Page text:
Is there a difference in the dependence of the US and its European allies on Russian energy imports?

  • There is a big difference and that is what explains why the reactions of the US, the UK and the EU vary.
  • The US imports less than 10% of its energy requirement from Russia but European countries are much more heavily dependent on Russia.
  • For example:
    • Germany, which is not just the most-industrialised economy but also the biggest decision-maker in the EU.
    • While Russia accounts for 12% of all global exports of oil, in Germany it is a much bigger player, accounting for over 40% of that country’s oil needs.
    • Similarly, Germany is also hugely dependent on Russian natural gas.
    • Unlike India, which gets most of its energy from coal (75%) and oil (10%) and very little from natural gas, Germany gets 25% from natural gas — again hugely imported from Russia.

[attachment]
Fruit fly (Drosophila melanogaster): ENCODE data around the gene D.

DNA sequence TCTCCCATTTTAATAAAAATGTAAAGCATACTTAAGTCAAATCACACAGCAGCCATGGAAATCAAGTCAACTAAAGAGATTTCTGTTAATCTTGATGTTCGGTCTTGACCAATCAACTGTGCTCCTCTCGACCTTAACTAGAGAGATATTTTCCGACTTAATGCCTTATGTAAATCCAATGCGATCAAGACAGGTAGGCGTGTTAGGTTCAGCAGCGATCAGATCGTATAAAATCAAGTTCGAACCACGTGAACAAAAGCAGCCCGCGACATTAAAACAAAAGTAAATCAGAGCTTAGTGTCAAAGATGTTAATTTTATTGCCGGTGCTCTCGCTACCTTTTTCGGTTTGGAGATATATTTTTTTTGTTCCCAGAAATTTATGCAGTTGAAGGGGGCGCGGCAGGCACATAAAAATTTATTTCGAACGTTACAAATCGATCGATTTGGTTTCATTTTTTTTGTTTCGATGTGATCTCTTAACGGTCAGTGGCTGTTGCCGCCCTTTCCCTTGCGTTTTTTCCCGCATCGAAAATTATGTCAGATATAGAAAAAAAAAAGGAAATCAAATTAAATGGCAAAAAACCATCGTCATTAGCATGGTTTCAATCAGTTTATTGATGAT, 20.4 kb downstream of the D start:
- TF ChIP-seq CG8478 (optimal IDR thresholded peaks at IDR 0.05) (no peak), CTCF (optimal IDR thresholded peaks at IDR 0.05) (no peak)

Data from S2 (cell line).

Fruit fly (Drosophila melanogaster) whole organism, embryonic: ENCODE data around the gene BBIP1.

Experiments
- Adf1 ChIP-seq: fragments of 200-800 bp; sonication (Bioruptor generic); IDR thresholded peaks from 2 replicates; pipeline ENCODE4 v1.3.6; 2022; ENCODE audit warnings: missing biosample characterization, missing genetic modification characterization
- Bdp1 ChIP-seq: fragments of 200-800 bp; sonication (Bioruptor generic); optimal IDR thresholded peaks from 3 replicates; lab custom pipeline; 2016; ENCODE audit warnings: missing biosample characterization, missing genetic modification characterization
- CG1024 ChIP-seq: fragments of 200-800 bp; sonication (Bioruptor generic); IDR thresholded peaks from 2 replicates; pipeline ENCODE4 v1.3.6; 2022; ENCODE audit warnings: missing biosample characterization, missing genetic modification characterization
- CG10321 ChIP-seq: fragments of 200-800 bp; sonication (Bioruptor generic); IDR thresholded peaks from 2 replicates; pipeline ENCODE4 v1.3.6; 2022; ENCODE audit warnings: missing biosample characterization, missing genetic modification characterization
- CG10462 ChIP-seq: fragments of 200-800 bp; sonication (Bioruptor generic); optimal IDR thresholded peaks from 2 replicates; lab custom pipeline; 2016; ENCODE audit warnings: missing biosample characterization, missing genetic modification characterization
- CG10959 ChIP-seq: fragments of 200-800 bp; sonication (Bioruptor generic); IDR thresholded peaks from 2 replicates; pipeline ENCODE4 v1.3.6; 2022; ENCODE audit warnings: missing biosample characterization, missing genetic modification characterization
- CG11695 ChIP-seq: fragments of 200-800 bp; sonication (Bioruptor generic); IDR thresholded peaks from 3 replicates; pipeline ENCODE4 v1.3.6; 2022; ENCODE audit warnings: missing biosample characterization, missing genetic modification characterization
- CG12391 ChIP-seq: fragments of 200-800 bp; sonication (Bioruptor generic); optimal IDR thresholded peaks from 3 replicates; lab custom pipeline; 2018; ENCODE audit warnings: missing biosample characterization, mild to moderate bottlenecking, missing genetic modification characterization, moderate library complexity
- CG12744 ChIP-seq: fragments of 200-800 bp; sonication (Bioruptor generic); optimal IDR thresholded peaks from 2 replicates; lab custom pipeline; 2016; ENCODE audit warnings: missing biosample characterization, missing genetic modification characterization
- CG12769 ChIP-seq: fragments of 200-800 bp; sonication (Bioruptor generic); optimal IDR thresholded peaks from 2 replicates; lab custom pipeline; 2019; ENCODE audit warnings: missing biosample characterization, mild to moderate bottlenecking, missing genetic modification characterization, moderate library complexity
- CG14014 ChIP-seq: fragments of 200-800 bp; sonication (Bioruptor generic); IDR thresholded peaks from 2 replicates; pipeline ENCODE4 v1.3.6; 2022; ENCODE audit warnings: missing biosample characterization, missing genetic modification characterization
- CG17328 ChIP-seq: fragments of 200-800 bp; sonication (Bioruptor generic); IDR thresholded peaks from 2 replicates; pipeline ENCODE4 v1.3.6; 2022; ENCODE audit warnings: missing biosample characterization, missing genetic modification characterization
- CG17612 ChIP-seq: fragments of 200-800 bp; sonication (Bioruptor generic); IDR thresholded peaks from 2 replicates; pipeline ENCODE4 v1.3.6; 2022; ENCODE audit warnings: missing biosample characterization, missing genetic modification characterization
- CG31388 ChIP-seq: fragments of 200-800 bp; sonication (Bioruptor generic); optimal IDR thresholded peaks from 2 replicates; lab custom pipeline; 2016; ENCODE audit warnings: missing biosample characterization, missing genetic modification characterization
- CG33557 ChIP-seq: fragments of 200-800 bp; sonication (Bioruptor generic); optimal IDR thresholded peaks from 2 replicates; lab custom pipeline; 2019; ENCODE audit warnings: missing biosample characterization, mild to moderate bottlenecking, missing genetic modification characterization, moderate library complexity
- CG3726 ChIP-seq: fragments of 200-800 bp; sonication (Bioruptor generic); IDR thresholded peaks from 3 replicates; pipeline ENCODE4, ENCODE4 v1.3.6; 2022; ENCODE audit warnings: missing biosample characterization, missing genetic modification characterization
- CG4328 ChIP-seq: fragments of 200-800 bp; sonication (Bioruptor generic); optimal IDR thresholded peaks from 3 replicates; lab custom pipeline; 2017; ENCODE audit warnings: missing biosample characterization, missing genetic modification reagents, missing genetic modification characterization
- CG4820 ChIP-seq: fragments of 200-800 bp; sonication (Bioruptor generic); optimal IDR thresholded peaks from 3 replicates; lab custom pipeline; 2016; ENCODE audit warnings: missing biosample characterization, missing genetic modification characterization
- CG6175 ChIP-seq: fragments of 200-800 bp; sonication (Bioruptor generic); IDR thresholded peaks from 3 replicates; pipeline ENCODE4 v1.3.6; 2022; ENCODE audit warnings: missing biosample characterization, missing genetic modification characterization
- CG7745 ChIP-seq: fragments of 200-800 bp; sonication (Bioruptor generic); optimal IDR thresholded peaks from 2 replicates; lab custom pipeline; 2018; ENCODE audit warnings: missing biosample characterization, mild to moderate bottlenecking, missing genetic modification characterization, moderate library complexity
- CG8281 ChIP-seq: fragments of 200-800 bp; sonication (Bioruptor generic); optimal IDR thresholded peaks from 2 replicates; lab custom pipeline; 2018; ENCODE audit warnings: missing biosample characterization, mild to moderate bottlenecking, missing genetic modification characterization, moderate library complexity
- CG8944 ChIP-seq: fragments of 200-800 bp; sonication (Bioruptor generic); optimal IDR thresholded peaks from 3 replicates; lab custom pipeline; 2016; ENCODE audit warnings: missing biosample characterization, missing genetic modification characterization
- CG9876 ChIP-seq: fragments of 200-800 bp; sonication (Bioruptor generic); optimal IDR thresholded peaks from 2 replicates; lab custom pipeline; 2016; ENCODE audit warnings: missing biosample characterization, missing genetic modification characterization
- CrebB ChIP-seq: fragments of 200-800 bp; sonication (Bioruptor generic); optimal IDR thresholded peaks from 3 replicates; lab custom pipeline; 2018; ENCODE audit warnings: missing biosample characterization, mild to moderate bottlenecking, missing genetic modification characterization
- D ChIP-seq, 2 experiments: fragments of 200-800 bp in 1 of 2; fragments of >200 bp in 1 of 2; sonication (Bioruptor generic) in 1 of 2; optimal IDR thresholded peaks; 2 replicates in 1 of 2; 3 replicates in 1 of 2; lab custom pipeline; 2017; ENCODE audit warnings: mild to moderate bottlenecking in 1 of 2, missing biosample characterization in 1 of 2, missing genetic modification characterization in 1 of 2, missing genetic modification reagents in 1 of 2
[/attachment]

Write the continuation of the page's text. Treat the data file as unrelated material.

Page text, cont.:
• Even if other countries were to come to Germany’s rescue by providing LNG, there will be a problem since Germany has no LNG terminals; it is completely dependent on natural gas pipelines from Russia.

Pal-Dadhvav Massacre


Recently,  the Gujarat government marked 100 years of the Pal-Dadhvav killings, calling it a massacre “bigger than the Jallianwala Bagh”. Before this, the incident had been featured on the state’s Republic Day tableau.


GS II- History

Dimensions of the Article:
  1. About Pal-Dadhvav massacre:
  2. Who was Tejawat
  3. Tribal population

About Pal-Dadhvav massacre:

  • The Pal-Dadhvav massacre took place on March 7, 1922, in the Pal-Chitariya and Dadhvaav villages of Sabarkantha district, then part of Idar state.
  • The day was Amalki Ekadashi, which falls just before Holi, a major festival for tribals.
  • Villagers from Pal, Dadhvav, and Chitariya had gathered on the banks of river Heir as part of the ‘Eki movement’, led by one Motilal Tejawat.
  • The movement was to protest against the land revenue tax (lagaan) imposed on the peasants by the British and feudal lords.